Are you thinking of growing your existing family? It’s important to give some thought to the downside of having a larger family. While the thought of giving your children many siblings to grow up with seems appealing, there are actually several disadvantages of a big family. I have one daughter.
Having more than two or three children can often place excessive stress and challenges on both parents as well as the family as a whole. To give you an objective view, I’ve compiled a list of the many aspects that you should take into account as you do your family planning. I considered some of these when I did my planning with my fiancée.
- 19 Disadvantages of a big family – ultimate list
- 3. A larger home
- 4. A bigger vehicle
- 5. Extra transport costs
- 6. Exhaustion all-around
- 7. Constantly busy
- 8. On-going arguments
- 9. Never-ending cleaning
- 10. More laundry
- 11. Bathroom blues
- 12. No more personal time
- 13. Future plans become restricted
- 14. Noise, noise, and more noise
- 15. Disappointed kids
- 16. The sacrifice of older children
- 17. Juggling schedules
- 18. Expensive holidays
- 19. Less time with your partner
19 Disadvantages of a big family – ultimate list
In all fairness, there are a bunch of good reasons to have a larger family. From giving kids a stronger support structure for a lifetime to large fun-filled family gatherings can make big families an enticing idea. However, it’s also challenging and financially draining. Let’s dive right into the reasons why having a big family is stressful.
1. The financial aspect
It’s no secret that having even just one or two children can be very costly. Consider the implications on your monthly budget when you’re paying school fees, medical bills, clothes, presents, and extra-curricular activities for three, four, five, or even six children. Not to mention your monthly grocery bill!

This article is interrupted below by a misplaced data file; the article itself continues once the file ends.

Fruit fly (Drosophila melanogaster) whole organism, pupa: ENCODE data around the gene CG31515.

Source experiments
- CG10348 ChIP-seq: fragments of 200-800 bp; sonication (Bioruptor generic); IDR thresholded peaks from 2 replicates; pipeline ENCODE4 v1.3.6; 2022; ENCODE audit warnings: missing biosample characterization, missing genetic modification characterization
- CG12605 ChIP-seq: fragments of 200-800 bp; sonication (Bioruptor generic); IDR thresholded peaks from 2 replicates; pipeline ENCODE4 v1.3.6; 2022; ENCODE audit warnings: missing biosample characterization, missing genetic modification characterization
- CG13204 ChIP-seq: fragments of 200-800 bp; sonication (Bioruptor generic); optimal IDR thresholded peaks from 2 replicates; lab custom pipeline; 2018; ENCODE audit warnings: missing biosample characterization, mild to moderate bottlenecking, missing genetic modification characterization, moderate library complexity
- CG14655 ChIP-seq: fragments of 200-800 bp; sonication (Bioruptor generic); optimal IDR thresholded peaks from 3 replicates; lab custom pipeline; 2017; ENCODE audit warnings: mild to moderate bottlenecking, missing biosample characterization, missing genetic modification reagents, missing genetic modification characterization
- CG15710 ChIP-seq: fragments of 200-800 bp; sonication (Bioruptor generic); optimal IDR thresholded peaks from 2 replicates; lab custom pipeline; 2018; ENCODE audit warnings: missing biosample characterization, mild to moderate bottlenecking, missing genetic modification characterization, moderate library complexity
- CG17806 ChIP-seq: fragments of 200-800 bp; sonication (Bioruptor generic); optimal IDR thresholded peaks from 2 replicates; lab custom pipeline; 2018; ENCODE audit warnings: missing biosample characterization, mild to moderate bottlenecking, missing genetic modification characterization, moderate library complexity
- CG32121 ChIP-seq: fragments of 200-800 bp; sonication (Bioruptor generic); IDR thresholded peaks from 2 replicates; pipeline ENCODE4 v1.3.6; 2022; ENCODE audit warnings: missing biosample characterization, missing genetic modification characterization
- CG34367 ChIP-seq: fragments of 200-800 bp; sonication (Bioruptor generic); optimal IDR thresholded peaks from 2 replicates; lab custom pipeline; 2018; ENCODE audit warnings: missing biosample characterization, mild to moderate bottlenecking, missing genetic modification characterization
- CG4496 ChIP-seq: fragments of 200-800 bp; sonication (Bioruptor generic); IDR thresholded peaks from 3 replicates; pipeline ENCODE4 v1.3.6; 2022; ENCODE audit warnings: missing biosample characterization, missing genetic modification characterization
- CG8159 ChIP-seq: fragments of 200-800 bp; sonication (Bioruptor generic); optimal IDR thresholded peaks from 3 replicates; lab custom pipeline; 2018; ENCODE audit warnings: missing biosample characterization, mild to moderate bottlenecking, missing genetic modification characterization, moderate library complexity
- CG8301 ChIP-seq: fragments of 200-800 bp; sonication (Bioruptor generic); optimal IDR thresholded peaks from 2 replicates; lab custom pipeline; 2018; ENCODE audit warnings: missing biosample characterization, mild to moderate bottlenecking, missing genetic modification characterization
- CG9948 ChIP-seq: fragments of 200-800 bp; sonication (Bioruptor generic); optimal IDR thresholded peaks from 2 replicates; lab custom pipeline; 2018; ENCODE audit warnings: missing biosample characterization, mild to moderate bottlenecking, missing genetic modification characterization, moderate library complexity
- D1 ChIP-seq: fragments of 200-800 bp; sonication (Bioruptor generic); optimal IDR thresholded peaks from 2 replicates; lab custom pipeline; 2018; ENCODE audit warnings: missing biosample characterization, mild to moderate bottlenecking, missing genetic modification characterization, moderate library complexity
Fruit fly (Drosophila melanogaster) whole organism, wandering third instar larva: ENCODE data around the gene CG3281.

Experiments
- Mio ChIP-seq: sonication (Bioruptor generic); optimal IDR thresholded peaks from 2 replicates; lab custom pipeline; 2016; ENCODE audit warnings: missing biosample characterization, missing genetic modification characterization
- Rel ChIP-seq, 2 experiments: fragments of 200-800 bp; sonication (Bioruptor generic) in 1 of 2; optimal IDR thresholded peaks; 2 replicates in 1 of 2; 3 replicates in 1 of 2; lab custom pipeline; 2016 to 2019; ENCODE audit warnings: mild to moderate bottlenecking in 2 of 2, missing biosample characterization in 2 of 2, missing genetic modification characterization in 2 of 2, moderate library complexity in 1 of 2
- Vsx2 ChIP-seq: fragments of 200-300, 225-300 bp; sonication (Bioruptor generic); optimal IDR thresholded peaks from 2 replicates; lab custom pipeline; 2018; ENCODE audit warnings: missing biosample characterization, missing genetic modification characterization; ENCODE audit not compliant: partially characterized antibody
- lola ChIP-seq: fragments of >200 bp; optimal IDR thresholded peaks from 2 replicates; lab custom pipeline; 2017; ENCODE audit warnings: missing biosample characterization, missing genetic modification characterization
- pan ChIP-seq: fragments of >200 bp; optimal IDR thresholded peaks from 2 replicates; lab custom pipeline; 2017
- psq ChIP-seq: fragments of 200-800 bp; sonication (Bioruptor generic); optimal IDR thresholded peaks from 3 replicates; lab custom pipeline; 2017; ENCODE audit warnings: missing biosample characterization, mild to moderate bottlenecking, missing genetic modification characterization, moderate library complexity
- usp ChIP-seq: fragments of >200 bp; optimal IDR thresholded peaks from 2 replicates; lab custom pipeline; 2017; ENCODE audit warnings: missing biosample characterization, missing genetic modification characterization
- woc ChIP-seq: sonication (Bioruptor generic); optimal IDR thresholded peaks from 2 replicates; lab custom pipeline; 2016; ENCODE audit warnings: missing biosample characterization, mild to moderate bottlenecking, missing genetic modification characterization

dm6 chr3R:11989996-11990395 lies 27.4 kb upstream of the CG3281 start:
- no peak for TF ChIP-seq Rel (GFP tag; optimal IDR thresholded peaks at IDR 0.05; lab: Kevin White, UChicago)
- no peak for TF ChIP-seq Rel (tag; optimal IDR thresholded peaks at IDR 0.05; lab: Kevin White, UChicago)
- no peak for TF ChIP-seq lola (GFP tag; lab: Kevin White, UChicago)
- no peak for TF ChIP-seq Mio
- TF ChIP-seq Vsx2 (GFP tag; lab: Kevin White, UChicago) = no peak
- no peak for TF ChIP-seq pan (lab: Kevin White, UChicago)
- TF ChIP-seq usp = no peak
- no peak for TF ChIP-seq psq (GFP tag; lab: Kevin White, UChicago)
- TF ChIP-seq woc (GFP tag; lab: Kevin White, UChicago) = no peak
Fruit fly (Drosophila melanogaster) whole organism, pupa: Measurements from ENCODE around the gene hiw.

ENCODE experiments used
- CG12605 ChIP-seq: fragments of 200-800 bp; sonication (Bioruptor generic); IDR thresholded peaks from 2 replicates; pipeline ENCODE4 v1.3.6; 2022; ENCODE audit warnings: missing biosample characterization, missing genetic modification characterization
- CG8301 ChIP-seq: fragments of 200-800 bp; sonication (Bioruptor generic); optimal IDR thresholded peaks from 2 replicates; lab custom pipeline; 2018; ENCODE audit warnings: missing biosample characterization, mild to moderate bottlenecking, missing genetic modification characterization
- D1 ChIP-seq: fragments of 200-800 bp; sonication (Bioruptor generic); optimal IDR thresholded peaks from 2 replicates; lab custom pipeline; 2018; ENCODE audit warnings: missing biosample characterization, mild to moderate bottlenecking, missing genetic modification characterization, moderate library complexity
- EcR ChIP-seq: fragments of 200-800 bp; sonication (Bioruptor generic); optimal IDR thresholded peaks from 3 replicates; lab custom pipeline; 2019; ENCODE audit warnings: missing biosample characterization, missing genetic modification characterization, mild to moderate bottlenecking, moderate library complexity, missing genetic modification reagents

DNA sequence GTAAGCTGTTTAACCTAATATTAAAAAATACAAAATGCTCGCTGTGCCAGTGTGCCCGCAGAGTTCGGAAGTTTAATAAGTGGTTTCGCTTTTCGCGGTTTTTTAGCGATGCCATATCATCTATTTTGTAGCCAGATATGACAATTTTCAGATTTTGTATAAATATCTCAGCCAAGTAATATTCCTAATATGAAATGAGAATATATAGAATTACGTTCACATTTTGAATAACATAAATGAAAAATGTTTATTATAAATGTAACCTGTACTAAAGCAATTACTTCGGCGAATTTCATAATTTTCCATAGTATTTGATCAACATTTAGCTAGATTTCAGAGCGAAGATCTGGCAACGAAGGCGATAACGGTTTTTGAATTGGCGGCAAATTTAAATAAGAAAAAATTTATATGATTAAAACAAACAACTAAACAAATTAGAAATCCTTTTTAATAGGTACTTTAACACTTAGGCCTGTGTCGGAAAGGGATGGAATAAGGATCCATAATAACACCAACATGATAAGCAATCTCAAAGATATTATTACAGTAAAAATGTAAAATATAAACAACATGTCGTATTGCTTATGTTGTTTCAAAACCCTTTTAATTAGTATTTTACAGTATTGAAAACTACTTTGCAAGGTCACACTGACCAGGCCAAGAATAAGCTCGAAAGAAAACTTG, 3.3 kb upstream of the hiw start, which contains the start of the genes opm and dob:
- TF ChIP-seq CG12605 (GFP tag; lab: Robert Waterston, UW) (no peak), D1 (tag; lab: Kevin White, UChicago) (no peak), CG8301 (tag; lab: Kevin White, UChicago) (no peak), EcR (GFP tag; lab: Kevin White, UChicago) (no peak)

For example, for a family with 4 kids living in LA, your monthly cost can be as high as 11000 USD. This is the calculator I used to arrive at this estimate.
For some helpful budgeting tips, my article on budgeting for your baby can also be a helpful read.
2. Additional worrying
When you become a parent, you spend the rest of your life worrying about your child. You’re always wondering how safe they are at school. You stress over the types of friends they’re making and whether they’re encountering any bad influences.
Then there’s the possibility of them getting injured or being bullied. How they get along with each other is also a common stress factor and the list goes on. Imagine the state of your nerves if you have five or six children to worry over.
3. A larger home
The more children you have, the bigger your home will have to be. After all, everyone will need their own space. If you don’t already own a big home, you’ll have to invest in one. Additionally, your new home will need a bigger yard to provide playing space as well. And, with big yards come more maintenance costs.
4. A bigger vehicle
One of the things many parents planning big families don’t often give thought to is how you’re going to transport all the kids once they’ve all arrived. The average vehicle seats three people at the back. If you’re planning any more than three children, a bigger vehicle will have to be on your list of things to buy. As with the bigger house, a bigger vehicle will result in more expensive maintenance.
5. Extra transport costs
Once your children reach a certain age, they’ll start going to their own activities. Ballet, piano lessons, karate, soccer, baseball practice, movies, hanging out with friends at the mall – the list will leave you feeling like nothing but a taxi driver. Additionally, all this driving up and down will leave you with a high transport bill at the end of the day.
6. Exhaustion all-around
Having one child is exhausting. Especially in the first few months. With each new child, the exhaustion starts all over again. It doesn’t get any easier as the children get older as you deal with sick children who can’t sleep. There are homework, after-school activities, and projects. Add the meal preparations, bathing, and bedtime rituals and you’ll be exhausted all the time.
7. Constantly busy
A parent of several children is always busy. Each child will have their own expectations and needs, leaving you with a feeling of running from pillar to post. This results in spreading yourself too thin and you could end up neglecting yourself or some of the children.
8. On-going arguments
While six toddlers might seem like a lot of fun because they get along for the most part. As they get older, their personalities change and they start arguing and even fighting among themselves. There’s also no guarantee that they’ll get along or even like each other. Think of how you’ll deal with a few moody teenagers and a few wild toddlers at the same time!
9. Never-ending cleaning